In workmen's compensation cases our factual scope of review is limited strictly to an examination of the trial evidence to determine if any legal evidence was supportive of the trial court's findings, and, if such evidence existed, we must affirm the trial court's judgment without any attempt on our behalf to weigh it. Allen v. Diversified Products, 453 So. 2d 1063 (Ala.Civ. App.1984). If it is established by legal evidence that an employee has suffered a physical injury or trauma in the line and scope of his employment and he develops a neurosis as a proximate result of such injury or trauma which causes or contributes to an occupational or physical disability, such disability is compensable; and the employer must pay the actual cost of reasonable, necessary psychiatric treatment. Fruehauf Corp. v. Prater, 360 So. 2d 999 (Ala.Civ.App.), cert. denied, 360 So. 2d 1003 (Ala.1978). An employee may avail himself of medical services if the employer has expressly conveyed to the employee the impression that the employee is authorized to go to a physician of the employee's own choosing or if the employer with full knowledge has failed to object thereto over a substantial period of time. Blue Bell, Inc. v. Nichols, 479 So. 2d 1264 (Ala.Civ. App.1985); Jasper Community Hospital, Inc. v. Hyde, 419 So. 2d 594 (Ala.Civ.App. 1982).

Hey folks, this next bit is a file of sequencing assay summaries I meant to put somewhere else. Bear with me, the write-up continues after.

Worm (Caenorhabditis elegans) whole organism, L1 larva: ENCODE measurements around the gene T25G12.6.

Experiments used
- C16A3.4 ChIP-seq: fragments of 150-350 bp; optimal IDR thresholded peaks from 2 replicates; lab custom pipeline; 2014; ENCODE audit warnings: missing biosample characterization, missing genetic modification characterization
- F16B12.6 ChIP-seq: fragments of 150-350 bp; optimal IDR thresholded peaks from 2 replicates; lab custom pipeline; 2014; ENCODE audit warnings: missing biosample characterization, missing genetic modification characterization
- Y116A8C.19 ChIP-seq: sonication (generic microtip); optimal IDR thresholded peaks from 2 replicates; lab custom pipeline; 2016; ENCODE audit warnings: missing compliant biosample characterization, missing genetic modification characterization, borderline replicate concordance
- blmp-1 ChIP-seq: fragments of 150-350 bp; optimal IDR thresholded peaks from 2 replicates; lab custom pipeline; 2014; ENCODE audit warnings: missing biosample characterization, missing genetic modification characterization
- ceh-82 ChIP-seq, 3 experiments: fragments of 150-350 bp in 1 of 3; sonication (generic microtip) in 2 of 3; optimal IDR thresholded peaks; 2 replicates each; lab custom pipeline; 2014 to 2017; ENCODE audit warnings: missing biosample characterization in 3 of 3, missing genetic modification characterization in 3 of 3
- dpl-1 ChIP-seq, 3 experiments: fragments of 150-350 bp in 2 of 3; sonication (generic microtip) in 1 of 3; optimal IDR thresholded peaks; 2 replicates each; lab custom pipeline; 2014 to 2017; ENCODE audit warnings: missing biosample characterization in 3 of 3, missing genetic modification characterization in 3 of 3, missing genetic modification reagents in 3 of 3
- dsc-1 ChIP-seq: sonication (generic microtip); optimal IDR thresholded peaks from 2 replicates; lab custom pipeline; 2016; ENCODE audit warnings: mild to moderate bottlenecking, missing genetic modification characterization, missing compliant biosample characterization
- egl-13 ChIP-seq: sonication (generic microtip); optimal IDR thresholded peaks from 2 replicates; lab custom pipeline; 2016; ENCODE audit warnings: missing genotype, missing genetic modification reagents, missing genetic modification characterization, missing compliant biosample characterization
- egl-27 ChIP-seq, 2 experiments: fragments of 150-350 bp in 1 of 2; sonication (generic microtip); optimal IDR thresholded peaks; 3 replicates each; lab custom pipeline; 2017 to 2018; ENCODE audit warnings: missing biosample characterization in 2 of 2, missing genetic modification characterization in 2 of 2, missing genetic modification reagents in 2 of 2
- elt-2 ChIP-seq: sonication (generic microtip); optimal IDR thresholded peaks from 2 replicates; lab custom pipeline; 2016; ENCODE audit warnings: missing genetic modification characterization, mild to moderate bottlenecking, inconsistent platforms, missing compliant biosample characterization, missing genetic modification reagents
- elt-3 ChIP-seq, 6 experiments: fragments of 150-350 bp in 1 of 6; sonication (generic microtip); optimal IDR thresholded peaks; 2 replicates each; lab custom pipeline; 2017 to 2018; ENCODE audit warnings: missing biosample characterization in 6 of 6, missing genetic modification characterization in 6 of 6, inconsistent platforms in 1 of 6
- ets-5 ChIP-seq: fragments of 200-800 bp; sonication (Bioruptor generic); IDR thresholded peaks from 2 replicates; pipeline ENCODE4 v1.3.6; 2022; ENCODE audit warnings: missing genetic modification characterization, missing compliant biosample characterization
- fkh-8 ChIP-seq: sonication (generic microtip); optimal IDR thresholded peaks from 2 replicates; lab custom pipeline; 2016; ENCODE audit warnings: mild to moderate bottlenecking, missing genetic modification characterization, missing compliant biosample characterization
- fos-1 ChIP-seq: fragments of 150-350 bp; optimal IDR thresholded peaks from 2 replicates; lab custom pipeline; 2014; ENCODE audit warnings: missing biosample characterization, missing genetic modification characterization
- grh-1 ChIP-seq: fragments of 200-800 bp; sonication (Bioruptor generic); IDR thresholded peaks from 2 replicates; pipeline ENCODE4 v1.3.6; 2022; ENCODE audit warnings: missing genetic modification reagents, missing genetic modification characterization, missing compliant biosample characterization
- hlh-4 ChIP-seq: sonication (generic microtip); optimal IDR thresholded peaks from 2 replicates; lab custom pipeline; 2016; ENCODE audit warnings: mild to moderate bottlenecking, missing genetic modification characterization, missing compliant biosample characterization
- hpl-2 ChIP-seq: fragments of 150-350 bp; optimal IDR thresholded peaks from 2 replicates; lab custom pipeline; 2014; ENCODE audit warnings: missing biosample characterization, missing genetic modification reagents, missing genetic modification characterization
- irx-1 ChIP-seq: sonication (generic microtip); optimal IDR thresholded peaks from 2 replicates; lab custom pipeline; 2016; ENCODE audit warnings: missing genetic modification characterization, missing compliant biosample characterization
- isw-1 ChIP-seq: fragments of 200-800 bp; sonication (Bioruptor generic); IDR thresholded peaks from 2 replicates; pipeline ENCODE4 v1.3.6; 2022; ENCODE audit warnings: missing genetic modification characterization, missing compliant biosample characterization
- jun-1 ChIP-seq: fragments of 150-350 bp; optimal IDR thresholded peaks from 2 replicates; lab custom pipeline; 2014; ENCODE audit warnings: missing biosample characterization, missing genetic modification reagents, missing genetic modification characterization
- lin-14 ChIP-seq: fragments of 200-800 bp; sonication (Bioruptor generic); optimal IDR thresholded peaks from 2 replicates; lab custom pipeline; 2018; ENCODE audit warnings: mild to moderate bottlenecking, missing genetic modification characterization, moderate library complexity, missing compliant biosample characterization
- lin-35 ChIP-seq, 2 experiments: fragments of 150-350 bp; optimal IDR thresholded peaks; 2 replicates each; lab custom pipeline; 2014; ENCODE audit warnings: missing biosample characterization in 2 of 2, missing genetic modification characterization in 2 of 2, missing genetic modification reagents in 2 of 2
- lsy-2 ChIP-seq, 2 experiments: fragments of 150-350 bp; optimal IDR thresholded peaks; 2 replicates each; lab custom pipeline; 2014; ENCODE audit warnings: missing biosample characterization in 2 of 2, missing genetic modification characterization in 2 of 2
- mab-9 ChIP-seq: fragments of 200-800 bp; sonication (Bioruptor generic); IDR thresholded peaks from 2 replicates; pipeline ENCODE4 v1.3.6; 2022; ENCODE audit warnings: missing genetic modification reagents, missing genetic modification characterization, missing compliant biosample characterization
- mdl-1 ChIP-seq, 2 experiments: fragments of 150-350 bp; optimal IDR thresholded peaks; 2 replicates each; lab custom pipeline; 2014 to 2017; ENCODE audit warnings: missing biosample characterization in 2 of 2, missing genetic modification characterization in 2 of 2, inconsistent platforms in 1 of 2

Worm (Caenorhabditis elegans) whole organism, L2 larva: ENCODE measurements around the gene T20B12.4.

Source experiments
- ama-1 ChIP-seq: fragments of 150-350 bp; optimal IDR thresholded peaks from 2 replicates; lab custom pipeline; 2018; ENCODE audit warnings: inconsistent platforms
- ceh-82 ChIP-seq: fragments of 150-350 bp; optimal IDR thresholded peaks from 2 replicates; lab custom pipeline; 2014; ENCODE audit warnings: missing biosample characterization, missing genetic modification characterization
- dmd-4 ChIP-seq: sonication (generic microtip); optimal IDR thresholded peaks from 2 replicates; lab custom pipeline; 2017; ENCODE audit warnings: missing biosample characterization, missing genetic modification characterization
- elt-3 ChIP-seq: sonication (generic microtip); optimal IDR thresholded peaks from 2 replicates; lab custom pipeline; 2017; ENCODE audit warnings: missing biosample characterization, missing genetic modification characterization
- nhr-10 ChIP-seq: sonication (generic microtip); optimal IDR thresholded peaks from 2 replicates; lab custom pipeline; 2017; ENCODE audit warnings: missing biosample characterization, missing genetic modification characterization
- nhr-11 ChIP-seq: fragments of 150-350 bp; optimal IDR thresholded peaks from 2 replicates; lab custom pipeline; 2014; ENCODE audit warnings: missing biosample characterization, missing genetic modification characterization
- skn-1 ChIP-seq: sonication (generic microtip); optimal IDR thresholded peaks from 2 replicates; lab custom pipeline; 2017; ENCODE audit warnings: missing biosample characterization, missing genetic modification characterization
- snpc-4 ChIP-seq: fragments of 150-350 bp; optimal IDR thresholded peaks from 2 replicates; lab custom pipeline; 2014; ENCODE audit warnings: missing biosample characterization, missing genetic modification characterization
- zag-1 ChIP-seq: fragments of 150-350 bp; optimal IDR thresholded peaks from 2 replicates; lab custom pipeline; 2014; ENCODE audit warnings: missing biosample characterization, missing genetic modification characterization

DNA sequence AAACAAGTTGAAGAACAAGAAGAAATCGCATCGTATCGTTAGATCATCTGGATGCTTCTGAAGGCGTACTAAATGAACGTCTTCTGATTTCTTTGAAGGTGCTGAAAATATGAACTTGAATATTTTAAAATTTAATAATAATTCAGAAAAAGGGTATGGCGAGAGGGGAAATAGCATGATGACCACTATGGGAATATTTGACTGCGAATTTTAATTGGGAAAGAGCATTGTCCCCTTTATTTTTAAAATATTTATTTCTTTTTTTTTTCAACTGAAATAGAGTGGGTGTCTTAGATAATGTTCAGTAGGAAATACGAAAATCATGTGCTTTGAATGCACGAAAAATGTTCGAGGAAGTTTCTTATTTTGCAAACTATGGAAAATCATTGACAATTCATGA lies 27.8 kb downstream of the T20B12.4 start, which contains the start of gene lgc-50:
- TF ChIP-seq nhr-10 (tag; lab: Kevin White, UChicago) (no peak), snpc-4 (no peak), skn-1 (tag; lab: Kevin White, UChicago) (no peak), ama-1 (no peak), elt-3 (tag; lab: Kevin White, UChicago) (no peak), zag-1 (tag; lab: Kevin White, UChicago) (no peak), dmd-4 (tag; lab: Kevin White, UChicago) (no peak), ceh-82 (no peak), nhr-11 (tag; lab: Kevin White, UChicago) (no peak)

"We also find no error in the trial court's failure to award claimant psychological medical expenses. In addition to evidence that at least some of said expenses were paid by another source, the record is devoid of evidence indicating either the necessity or reasonableness of claimant's psychological care or that said care was ever authorized by employer or its workmen's compensation carrier. "With the exception of emergency care, the employer has the first right to select the medical or surgical attendant who treats the claimant. § 25-5-77(a) Code 1975. The employer is not liable for medical, surgical, or, in this case, psychological treatment obtained by the employee without justification or notice to the employer. Condry v. Jones Farm Equipment Co., 358 So. 2d 1030 (Ala.Civ. App.1978). Claimant having failed to prove notice or authorization of the treatment in question by employer, is not entitled to compensation of expenses incurred in that treatment."

Allen, 453 So. 2d at 1065-66.